Examination of Witnesses (Questions 80-92)|
BENDER, KCB AND
24 OCTOBER 2006
Q80 Mr Weir: How long do you feel
the RDAs have to prove that they are effective in the changed
Mr Darling: I am not setting an
arbitrary timetable but as a matter of fact one of the things
we have to decide as part of the Comprehensive Spending Review
process is how much we are proposing to spend, not just on programmes
but also on administration. Of necessity in the next few months
we will look at what we need to do here. In parallel to that,
the government is looking at organisations asking how they relate
to local authorities. I mentioned the city regions, the Passenger
Transport Authorities and so on. These are all things that we
need to take into account. Of course you learn through experience.
Generally speaking, RDAs have been good. There are variations
inevitably. A lot depends on the people you have in them. You
should not be surprised at that. Whilst it will be changed from
time to time, the principle behind an RDA is a good one because
it is important that we do not become too London-centric. We have
to make sure that the different regions also can attract their
investment, drive their own businesses and so on.
Q81 Rob Marris: You were talking
about variations. I preface this comment and question by paying
tribute to successive Secretaries of State for Scotland because
I note from your departmental annual report that after devolution
in 2000-01 comparing spending per capita by RDAs, the West Midlands,
my region, with Scotland, Scotland was getting per capita 61%
more in 2000-01. The estimated outturn for this year, that difference,
has gone up from 61% to 155%. Their plans for next year are that
that differential will rise to 158%. Given that GDP per capita
is lower in the West Midlands than in Scotland and they are similar
populations, can you account for the huge difference?
Mr Darling: I probably can but
I cannot offhand. I am six months rusty on this. Expenditure per
head does vary. It depends of course what you attribute to it
but it might be better for me to write to the Committee and set
out what the differences are.
Q82 Rob Marris: The figures are set
out at page 178.
Mr Darling: I know where they
are set out but the explanation is what you want.
Q83 Chairman: There are a number
of West Midlands Members of Parliament on the Committee who are
very interested in the answer to that question.
Mr Darling: There will no doubt
be an interesting discussion around this table.
Q84 Mr Binley: I am particularly
interested in your comment about attracting inward investment
and its relationship to job creation, especially in those areas
that are asked to create massive housing growth in relation to
sustainable communities projects. I wondered how your department
has fitted into that particular project and what hope I might
give people in Northamptonshire that there will be jobs available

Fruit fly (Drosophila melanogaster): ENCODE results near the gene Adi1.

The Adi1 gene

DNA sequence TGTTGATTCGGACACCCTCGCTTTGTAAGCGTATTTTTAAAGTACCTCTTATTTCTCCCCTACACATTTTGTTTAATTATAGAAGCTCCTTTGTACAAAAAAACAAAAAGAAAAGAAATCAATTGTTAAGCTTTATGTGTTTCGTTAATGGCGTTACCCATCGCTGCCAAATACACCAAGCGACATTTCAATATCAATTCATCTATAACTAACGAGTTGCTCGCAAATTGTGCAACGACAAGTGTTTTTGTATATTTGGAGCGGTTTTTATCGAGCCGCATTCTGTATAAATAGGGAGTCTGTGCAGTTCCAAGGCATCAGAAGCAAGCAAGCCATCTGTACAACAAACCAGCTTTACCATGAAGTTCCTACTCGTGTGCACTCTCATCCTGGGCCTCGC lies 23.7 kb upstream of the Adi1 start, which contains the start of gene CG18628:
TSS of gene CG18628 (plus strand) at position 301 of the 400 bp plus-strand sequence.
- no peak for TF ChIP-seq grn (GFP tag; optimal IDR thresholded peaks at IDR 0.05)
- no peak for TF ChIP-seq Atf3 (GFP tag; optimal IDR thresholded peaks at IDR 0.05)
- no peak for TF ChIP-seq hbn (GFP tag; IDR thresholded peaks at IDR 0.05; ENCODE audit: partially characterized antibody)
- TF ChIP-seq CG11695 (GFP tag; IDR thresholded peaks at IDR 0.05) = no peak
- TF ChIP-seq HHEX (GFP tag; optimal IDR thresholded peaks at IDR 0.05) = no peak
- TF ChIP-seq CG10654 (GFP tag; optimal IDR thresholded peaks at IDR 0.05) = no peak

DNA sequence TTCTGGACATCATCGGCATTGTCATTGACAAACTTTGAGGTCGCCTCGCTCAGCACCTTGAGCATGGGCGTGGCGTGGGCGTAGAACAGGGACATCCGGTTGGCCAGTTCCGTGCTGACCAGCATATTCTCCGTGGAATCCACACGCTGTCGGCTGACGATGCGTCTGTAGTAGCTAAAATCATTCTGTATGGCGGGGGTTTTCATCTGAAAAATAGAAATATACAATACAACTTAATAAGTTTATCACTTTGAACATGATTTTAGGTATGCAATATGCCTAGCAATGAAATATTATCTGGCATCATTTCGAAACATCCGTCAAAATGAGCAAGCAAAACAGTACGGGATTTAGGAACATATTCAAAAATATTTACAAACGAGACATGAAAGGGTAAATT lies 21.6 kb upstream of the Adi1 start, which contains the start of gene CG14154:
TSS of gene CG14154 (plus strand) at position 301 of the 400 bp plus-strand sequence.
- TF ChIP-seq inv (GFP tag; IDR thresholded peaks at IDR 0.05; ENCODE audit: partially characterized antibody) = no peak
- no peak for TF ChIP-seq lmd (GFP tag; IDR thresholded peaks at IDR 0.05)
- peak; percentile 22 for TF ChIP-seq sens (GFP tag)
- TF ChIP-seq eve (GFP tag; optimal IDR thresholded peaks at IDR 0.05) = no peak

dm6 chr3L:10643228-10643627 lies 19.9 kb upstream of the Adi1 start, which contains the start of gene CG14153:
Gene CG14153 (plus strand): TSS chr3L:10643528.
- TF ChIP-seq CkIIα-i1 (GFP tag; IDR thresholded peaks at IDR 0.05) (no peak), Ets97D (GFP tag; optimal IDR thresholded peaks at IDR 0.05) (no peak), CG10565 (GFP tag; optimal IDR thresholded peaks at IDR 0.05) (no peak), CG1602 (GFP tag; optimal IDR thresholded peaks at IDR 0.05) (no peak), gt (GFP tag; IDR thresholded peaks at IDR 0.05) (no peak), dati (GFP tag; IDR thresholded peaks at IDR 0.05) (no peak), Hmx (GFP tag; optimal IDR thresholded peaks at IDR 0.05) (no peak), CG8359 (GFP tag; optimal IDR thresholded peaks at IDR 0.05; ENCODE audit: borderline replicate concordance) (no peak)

for the 350,000 or so additional people who will be coming into
the county as a result of the project.
Mr Darling: The department is
engaged principally with other departments rather than on its
own as a department. The basic problem we have is that we know
there is a housing shortage in many parts of the country. Understandably,
people are concerned about where these houses are going to go,
what is the impact and so on. What we need to focus our minds
on is that we want to do everything we can to grow more jobs in
this country, to attract people to come and do business here,
but one of the things they will consider is can they get people
to come and work for them; are there houses available? That is
leaving aside that in this country the number of people living
on their own is increasing so the demand is going up and so on.
We have to strike a reasonable balance. In areas like Northamptonshire
and large parts of the south east, we know that we need more housing.
There are very few parts of the country now where that is not
the case, even in areas that historically have not had this problem.
We are very closely involved. Of course, the primary responsibility
is with the Department of Communities and Local Government, but
the Treasury is involved, we are involved and just about every
other government department is involved as well.
Q85 Mr Wright: You mentioned the
transfer of responsibility to RDAs. One of those was Business
Link. That was the responsibility of the Small Business Service
so the SBS has lost one of its main roles. What is it expected
to achieve in the future?
Mr Darling: I refer you to the
Parliamentary statement I gave at the time we did this, just after
we came back in October. We want it more to concentrate on those
areas of policy that affect small business. That is what its core
responsibilities are. I think the RDAs are far better placed to
provide frontline services. The Small Business Service is much
better at looking at those areas of policy that we need to concentrate
on and there will be specific projects, I dare say, from time
to time that we will need to look at. I took the view not just
that we need to simplify the number of things that we offer people;
I would also like to reduce the number of places that you to get
them because one of the things that people complain about is not
just the sheer number; they also say, "Is it the RDA? Was
it the Small Business Service? Is it the local authority?"
The more we can simplify that the better. The RDA is quite a good
place to start with.
Q86 Mr Wright: Do you see a time
when perhaps the Small Business Service will itself be encompassed
within the RDAs?
Mr Darling: No. It is going to
lose its status as an agency because it is frankly too small.
It will become part of the DTI within the next few months.
Sir Brian Bender: Essentially,
it was set up some years ago as a delivery body of 500 people.
The Secretary of State's decision now turns it fully into a policy
and analysis unit about small business enterprise policy located
in the DTI, working across government, about 50 strong, plus the
task and finish group that I mentioned earlier. It is and will
be part of the DTI and no longer an agency, getting other people
to do the delivery, RDAs, Business Link and so on.
Q87 Chairman: And finally, the big
one. What are you for? Apart from being a home to 92 non-executive